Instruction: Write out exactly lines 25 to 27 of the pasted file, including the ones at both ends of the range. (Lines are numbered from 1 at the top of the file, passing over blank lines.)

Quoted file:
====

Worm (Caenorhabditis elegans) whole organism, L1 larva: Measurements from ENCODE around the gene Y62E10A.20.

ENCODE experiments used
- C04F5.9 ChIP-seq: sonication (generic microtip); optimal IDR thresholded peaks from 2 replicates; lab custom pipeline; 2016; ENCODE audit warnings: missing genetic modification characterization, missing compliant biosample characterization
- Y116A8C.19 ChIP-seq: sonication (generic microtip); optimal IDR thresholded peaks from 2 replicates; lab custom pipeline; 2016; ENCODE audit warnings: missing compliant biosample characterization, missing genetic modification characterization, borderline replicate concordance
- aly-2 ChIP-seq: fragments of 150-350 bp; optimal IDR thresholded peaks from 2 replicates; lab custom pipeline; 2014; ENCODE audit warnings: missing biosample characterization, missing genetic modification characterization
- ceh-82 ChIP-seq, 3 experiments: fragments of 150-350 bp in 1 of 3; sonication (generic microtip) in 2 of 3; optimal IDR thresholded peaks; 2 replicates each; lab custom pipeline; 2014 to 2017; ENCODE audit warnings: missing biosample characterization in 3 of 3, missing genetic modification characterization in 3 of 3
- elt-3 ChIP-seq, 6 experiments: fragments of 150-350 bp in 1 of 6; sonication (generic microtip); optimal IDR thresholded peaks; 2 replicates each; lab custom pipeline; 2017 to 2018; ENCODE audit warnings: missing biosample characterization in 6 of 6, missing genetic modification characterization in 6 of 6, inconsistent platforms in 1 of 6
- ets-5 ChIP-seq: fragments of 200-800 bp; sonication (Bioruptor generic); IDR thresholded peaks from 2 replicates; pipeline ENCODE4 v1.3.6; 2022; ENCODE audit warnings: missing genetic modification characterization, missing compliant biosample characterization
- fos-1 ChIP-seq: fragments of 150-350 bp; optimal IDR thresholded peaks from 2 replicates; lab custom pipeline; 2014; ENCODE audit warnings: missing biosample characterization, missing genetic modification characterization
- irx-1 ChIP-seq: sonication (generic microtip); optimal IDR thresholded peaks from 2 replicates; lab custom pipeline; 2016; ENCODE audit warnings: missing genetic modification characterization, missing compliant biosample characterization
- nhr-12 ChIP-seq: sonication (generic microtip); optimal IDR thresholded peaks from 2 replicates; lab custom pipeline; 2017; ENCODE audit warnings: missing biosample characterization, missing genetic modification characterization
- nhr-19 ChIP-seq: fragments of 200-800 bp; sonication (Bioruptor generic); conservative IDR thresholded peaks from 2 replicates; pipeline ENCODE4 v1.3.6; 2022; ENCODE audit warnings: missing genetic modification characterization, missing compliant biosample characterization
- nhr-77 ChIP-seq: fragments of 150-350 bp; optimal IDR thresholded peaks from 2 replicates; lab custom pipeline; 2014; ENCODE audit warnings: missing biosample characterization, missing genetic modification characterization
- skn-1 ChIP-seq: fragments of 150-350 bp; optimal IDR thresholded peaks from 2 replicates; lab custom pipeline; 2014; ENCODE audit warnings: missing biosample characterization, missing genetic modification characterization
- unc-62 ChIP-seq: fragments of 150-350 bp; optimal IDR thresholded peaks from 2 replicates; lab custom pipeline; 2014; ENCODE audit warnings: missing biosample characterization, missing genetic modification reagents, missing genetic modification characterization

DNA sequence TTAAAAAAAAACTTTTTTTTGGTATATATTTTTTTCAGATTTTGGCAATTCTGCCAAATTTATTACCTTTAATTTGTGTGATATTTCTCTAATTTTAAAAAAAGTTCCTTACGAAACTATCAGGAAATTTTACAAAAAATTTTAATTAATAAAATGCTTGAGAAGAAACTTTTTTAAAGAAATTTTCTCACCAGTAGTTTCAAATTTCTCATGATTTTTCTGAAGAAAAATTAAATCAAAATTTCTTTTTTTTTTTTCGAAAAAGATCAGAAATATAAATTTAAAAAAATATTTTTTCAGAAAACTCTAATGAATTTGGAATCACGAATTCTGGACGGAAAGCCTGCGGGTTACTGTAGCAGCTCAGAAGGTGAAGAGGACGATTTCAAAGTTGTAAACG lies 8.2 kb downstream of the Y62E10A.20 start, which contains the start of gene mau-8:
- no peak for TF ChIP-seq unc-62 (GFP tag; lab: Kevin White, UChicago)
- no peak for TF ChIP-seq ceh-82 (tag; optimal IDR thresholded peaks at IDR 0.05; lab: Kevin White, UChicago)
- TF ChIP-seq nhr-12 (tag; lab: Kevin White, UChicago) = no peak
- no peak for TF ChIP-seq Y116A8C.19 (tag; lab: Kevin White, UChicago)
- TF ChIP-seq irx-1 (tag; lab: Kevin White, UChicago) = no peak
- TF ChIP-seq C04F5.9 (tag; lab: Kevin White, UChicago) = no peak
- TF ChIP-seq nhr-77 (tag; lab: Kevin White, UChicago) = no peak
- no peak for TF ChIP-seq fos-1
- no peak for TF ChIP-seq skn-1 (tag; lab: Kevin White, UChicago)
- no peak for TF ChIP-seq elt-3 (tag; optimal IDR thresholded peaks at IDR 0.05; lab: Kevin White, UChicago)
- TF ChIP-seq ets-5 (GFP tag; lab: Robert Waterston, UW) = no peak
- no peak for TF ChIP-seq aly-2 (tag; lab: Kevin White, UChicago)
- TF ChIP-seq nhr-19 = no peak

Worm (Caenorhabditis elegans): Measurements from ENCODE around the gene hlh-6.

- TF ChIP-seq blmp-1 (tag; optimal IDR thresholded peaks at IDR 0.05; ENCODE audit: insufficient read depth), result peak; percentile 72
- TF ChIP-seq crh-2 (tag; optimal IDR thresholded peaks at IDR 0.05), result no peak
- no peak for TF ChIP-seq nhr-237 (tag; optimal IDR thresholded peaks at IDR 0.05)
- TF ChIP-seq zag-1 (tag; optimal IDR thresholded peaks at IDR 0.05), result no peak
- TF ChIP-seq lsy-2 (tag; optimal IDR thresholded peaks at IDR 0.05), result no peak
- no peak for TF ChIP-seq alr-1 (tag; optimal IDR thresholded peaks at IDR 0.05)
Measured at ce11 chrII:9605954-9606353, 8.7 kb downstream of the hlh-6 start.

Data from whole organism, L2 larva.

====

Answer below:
- no peak for TF ChIP-seq skn-1 (tag; lab: Kevin White, UChicago)
- no peak for TF ChIP-seq elt-3 (tag; optimal IDR thresholded peaks at IDR 0.05; lab: Kevin White, UChicago)
- TF ChIP-seq ets-5 (GFP tag; lab: Robert Waterston, UW) = no peak